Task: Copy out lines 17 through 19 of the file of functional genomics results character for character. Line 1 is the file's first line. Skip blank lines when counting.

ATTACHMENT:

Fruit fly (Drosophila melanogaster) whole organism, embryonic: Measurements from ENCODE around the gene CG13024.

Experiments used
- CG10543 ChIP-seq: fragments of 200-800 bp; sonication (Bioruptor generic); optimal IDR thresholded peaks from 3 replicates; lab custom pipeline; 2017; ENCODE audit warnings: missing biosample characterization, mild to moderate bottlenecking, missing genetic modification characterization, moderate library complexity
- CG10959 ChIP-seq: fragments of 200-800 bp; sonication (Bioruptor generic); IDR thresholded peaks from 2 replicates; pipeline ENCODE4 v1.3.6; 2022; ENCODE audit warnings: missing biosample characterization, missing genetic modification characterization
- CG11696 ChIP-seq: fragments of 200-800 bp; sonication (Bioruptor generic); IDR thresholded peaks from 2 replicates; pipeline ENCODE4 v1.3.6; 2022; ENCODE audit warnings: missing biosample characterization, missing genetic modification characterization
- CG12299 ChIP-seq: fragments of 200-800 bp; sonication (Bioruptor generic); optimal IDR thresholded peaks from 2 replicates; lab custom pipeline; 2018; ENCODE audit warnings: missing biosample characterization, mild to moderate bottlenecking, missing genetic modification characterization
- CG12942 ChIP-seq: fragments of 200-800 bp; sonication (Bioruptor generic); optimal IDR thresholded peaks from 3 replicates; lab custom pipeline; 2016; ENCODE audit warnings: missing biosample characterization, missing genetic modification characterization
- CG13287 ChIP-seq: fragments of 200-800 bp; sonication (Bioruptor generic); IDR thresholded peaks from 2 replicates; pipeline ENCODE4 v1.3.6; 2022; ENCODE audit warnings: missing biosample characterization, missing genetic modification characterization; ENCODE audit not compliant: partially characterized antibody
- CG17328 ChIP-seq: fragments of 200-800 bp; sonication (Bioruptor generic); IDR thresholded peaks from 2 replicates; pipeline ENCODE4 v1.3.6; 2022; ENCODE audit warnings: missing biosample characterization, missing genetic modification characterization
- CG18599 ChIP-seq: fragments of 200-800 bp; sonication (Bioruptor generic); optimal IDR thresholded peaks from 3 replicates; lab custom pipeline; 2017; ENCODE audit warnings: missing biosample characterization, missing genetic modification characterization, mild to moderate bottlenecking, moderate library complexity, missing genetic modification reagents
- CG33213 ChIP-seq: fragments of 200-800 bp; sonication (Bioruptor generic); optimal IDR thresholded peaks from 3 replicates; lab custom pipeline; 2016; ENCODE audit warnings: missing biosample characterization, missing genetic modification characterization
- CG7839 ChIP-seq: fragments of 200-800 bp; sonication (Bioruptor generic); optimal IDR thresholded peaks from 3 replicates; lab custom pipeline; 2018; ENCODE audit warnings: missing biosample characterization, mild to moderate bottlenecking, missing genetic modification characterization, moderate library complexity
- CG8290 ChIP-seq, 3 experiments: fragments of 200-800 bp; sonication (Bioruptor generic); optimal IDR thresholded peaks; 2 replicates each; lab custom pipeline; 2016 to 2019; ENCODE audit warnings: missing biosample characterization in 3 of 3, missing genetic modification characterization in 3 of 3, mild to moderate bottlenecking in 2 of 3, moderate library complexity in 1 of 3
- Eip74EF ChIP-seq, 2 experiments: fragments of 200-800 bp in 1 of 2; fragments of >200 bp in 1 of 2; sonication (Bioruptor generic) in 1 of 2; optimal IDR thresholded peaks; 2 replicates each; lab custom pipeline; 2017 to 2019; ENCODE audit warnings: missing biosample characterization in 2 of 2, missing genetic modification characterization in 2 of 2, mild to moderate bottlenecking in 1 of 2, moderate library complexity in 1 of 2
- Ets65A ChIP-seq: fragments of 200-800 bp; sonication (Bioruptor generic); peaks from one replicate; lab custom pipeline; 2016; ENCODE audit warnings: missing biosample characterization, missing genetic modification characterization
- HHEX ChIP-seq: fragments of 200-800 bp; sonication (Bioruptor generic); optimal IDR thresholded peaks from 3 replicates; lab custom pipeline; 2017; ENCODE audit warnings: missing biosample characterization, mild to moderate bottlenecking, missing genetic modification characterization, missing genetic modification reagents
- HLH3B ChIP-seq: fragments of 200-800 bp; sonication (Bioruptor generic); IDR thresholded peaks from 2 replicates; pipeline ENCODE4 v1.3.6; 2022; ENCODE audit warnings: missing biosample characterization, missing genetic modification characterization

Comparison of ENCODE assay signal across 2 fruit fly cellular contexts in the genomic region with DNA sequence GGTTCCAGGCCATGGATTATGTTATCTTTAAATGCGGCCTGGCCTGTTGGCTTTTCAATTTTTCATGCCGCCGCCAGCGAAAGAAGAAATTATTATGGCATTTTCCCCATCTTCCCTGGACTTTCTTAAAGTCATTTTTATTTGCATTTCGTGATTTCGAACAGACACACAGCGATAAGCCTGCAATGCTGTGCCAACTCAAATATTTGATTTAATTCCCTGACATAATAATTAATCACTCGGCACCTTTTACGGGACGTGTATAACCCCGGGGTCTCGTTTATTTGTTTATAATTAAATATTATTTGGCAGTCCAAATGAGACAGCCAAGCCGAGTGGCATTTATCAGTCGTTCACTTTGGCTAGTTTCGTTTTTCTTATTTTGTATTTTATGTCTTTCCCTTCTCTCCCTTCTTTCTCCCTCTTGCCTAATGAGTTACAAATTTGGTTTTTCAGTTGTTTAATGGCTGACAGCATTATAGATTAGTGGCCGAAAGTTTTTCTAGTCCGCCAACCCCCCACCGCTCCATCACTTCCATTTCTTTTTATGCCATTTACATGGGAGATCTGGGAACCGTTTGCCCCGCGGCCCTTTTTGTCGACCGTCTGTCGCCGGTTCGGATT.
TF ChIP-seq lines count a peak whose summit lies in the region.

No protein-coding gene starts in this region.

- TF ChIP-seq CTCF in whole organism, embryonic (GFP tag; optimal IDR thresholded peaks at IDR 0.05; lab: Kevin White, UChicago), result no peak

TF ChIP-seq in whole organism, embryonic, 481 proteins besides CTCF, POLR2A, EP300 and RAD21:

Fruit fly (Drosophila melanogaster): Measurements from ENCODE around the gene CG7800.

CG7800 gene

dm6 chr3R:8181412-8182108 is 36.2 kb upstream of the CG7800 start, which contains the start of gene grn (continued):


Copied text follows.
- HLH3B ChIP-seq: fragments of 200-800 bp; sonication (Bioruptor generic); IDR thresholded peaks from 2 replicates; pipeline ENCODE4 v1.3.6; 2022; ENCODE audit warnings: missing biosample characterization, missing genetic modification characterization

Comparison of ENCODE assay signal across 2 fruit fly cellular contexts in the genomic region with DNA sequence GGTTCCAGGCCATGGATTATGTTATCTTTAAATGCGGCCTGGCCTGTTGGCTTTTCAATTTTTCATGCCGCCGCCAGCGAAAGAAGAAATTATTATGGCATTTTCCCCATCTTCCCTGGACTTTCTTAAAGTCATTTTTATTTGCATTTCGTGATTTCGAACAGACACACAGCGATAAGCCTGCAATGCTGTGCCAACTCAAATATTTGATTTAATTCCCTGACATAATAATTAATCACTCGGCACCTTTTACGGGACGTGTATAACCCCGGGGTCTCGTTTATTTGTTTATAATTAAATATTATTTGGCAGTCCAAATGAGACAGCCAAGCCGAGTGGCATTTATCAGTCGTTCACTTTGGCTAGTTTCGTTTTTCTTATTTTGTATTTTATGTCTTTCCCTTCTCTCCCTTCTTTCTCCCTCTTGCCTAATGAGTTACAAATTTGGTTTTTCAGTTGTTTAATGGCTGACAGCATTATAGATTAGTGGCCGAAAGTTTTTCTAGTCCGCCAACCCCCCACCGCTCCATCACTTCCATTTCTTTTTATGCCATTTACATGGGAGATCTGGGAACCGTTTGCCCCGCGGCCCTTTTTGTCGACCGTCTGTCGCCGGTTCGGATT.
TF ChIP-seq lines count a peak whose summit lies in the region.